I have been dying to visit Central America and Guatemala is really high on my list. Semuc Champey with its amazing nature and adventure activities looks like a perfect place for me. Your pictures tell how much fun you had there.
Medha Verma says
I must admit – I have NEVER heard of Semuc Champey! It is incredible though, those waters, I could spend hours jumping and swimming in there. And the views from the top are breathtaking!
I’ve been walking in caves too and agree – you really need some sort of water sneaker that covers your whole foot. Gotta protect those puppies! :-) And the natural color of the Semuc Champey looks beautiful. Good tip about the traffic and what to expect on the road with battle scars as well!
Sandy N Vyjay says
Semuc Champey is truly unbelievable, it looks insanely beautiful and exotic. But the caves too seem intriguing. What an adventure it must have been walking and swimming in the dark caves, clutching on to the candle for dear life(light). Truly a unique and amazing adventure.
terrific cover photo of sitting on the edge and lovely waterfall to peacefully spend some time by. I also loved the shot of the village road, which is colourful and very interesting to look at. Fits my stereotype of south america filled in by magazines :-)
Semuc Champey looks so beautiful. I’m a huge fan of natural sites, so I am totally adding this to my Guatemala list. I love that they gave you candles instead of flashlights. I would love that, but my husband would HATE that!
Nick Wheatley says
Semuc Champey sounds pretty cool though it seems like a real PITA to get there (spending a couple days in Lanquin would probably make it a bit more manageable). It’s a real adventure treking through those caves with nothing but a candle to light your way. And I can’t believe you worked up the nerve to jump through that hole without really knowing where you were going to come out! I would love to check this area out sometime.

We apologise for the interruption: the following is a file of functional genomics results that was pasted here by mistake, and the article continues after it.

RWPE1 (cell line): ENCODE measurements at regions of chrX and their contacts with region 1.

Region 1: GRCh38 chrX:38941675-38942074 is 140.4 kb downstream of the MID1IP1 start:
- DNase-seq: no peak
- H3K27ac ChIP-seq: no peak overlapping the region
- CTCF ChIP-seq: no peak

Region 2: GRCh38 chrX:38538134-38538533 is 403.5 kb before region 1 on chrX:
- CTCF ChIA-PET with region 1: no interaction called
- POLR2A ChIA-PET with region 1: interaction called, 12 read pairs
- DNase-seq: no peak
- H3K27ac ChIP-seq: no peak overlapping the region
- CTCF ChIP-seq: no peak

I visited Guatemala back in 2009 and didn’t hear about Cemuc Champey at all! Fascinating that this is such a popular place. It reminds of Plitvice in Croatia. I think, like you, I would be most down with the caves. They seem like such a blast and full of adventure and exploration. And I hear you about those buses! When we went to Tikal, I had to sedate myself with dramamine because those roadside conditions were brutal indeed!
I’ve never heard of Semuc Champey, coming from the other side of the world, but now you’ve got me interested! I’ll be heading to Laos in a couple of days, and the pools have a striking resemblance with the places I’ll be visiting. Perhaps, we can compare photos when I’m back from Laos :)
Divyakshi Gupta says
I had never heard of Semuc Champey and no matter how challenging it is to get there , the views are just so worth all the hassle :D No pain no gain! :P The caves and the tunnels look sooo fabulous! :) The swings had to the euphoria of being in such a destination! SO much fun honestly. I had seen this picture of the view from the mirador on your facebook page! Just too cool! Stunning views and splendid pools!
I’ve been to Semuc Champey in november and in my opinion, the long trip to go there wasn’t worth it. I also prefered the caves than the pools and everything was nice but you have like a 20-24h bus ride roundtrip for only one day there, since there is nothing else to do around. So, if you have a lot of time in Guatemala, you should do it, but otherwise I think Semuc is a bit overrated as I heard before going there but I really wanted to do it anyways!
in which month did you visit semuc?
i heard it can be chilly/cold to swim in january.